It can be difficult to quantify the return on investment and get the funding required, and that's why I think the short-term benefit is likely in proven existing use cases that can now be deployed more quickly and cost effectively with better outcomes by using newer IoT platforms and solutions. Analytics examples such as preventative maintenance and asset optimisation solutions that help remove bottlenecks in your production addressing low hanging fruit that likely doesn't need a lot of capital investment are prime examples of easy to justify investments .
This is also not to say Australia is a laggard. In many industries including food and beverage as well as mining, Australia has a strong leadership position in the adoption of emerging technologies In my experience, some of the best practices and technology adoption can be found at a local level.
The key is simply to walk and not run into the many solutions and products attached to industry 4.0. Think about what the business problem is before you rush headfirst into trying the cool new toys available. Develop the stakeholder trust and technical ecosystem with quick wins around proven use cases, do the basics well and build the business from within that.
Predictive maintenance becomes a reality with IIoT
Rockwell Automation is using digital technology and data to create advanced mining solutions, making the industry safer and more efficient than ever. A digital transformation continues to spread across the mining industry. So far, it has primarily been the major mining companies that have introduced digital programs to transform their operations.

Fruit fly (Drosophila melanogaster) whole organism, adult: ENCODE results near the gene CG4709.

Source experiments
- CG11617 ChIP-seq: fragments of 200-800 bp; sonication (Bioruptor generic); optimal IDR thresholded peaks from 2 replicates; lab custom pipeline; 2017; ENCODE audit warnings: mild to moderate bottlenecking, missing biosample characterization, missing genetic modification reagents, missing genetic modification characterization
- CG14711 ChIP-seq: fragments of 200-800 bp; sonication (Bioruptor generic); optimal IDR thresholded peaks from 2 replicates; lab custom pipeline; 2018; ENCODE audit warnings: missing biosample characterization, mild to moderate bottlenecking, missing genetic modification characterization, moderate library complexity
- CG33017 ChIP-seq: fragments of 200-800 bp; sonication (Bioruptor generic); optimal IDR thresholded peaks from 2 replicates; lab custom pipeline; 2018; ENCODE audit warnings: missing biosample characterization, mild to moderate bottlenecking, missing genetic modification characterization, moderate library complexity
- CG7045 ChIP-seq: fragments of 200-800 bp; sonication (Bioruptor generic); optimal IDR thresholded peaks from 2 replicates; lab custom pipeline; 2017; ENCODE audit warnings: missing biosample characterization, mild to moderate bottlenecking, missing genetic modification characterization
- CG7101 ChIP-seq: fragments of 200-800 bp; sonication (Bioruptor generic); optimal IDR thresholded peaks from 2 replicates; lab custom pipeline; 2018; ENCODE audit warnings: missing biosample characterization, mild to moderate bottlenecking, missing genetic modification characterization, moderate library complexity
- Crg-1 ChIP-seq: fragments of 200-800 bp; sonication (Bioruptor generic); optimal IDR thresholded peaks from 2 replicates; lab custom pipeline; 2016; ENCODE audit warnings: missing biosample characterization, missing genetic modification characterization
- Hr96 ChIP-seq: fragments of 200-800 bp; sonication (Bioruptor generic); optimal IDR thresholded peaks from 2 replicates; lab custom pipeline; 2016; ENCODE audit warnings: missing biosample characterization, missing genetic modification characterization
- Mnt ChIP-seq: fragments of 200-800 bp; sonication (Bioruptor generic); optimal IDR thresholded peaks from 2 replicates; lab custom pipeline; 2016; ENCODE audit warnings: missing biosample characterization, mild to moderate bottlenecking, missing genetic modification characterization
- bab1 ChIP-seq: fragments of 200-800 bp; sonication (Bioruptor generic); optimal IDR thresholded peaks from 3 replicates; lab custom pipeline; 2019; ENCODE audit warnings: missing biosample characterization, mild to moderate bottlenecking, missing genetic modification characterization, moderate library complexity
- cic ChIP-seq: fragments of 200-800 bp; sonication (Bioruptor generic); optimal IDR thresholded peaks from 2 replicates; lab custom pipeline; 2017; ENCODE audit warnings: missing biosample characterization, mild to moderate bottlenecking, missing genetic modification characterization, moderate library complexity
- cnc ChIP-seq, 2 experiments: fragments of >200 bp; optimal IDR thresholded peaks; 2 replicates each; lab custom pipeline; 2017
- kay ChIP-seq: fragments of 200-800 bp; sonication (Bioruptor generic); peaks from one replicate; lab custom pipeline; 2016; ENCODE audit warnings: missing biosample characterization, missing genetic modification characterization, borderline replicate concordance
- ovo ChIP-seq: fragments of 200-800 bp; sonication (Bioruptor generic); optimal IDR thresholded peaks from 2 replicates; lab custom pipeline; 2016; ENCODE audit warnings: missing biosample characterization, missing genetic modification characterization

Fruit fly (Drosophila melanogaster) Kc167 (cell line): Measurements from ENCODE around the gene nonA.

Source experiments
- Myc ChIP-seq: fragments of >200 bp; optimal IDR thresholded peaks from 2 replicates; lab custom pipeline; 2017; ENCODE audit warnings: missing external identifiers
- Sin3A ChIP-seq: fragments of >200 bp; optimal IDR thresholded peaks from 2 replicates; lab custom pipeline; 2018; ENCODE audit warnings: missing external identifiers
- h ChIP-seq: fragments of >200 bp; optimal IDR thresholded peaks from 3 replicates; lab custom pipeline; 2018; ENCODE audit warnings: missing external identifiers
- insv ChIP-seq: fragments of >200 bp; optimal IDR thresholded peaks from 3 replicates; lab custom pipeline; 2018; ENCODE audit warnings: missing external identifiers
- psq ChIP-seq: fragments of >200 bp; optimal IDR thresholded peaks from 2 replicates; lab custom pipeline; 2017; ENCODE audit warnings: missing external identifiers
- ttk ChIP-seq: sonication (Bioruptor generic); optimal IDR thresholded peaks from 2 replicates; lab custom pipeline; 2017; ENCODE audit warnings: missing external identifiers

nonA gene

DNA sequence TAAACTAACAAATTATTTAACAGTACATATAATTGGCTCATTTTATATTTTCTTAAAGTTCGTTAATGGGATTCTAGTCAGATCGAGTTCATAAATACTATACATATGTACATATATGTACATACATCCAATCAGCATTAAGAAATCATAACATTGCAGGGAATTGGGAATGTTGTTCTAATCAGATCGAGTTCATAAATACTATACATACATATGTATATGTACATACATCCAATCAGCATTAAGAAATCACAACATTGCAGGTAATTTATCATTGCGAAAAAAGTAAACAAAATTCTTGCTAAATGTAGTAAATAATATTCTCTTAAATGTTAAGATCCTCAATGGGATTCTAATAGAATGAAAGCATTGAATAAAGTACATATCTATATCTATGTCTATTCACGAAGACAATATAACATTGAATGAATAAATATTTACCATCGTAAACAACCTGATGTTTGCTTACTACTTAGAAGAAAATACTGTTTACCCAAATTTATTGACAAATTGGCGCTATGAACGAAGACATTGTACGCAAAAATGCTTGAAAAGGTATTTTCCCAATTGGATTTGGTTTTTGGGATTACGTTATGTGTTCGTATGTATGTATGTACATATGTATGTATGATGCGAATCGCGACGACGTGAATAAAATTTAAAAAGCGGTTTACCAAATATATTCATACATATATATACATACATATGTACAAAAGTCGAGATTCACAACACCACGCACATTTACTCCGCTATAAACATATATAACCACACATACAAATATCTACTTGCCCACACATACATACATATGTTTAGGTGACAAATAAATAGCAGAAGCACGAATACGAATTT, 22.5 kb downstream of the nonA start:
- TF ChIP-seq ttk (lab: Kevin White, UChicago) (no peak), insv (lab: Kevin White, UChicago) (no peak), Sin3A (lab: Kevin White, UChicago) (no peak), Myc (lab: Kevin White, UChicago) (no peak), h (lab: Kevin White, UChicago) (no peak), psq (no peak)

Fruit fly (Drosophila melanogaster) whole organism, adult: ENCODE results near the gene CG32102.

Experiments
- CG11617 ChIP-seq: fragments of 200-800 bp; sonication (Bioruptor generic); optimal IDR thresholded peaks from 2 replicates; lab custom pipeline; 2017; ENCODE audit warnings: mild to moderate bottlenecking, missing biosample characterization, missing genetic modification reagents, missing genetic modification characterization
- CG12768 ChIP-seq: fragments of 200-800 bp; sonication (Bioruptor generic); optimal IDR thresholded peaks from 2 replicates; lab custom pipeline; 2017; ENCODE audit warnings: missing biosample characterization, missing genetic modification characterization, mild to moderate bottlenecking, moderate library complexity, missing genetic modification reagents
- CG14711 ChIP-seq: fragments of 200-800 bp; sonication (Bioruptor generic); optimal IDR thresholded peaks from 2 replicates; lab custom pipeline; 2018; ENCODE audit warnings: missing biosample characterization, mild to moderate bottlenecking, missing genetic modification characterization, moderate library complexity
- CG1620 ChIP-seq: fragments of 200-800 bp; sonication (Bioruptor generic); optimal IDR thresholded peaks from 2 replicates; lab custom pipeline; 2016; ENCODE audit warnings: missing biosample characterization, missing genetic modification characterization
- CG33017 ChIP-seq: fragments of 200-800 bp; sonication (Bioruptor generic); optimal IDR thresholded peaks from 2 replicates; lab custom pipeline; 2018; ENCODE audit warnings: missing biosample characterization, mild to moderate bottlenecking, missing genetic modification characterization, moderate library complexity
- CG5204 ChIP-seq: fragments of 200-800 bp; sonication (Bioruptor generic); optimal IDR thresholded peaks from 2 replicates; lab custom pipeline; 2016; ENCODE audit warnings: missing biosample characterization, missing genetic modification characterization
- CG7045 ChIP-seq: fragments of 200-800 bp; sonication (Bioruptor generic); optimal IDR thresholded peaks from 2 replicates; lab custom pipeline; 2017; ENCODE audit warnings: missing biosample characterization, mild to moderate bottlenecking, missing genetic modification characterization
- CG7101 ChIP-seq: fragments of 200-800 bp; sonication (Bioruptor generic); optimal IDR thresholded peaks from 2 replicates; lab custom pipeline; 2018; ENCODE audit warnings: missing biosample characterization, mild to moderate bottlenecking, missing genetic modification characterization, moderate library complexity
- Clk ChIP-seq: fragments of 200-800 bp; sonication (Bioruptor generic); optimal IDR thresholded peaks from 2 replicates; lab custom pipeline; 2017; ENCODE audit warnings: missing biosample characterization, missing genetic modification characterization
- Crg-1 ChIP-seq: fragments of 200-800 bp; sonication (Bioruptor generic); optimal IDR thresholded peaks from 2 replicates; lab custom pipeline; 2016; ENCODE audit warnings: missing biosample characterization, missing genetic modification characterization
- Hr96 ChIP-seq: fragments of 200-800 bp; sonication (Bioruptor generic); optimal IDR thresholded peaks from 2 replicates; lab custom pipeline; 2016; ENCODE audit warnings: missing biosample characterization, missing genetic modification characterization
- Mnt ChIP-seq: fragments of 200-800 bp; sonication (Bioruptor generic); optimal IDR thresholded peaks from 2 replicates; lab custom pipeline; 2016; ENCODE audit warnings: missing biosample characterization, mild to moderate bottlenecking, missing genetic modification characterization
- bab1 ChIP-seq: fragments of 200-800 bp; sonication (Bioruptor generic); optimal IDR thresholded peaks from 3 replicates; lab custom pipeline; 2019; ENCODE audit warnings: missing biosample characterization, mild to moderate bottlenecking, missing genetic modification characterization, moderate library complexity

Rio Tinto and BHP, for example, have set up remote operations centres on both sides of the country that digitally control mine sites thousands of kilometres away. This transformation will inevitably move through the industry and increasingly impact every mining company, from the mid-tier producers to the emerging explorers.
As Geoff Irvine, Rio Tinto global strategic account manager at Rockwell Automation, explains, the issue of digitisation means a lot of things to different people. He believes it is a case of finding a specific use case that is going to add value to what each company is trying to achieve. “And what is important can vary from miner to miner – even with the major miners,” Irvine says.
Using the Industrial Internet of Things (IIoT), Rockwell Automation sets out to provide accessible data to workers across all disciplines of mining and associated industries. Irvine believes data obtained through IIoT digital projects can benefit not only the workers on-site, but also leaders making upper-level business decisions regarding the operation of companies. Irvine, who spoke to Australian Mining at Rockwell Automation’s TechEd event on the Gold Coast in September, says digitisation provides data that is meaningful to whoever is looking at it, from managers to on-site engineers. “It is about sharing the intellectual property, the data that has been built up, and communicating the essence of that data in a more general way,” he says.
“A manager doesn’t necessarily want to go down and look at the same information that interests an on-site engineer, but wants to be able to answer ‘what is the target for the day? Have I met it? If not, why didn’t I meet it? And what can I do to stop that from happening next time?’ So that is kind of the rear-vision view.”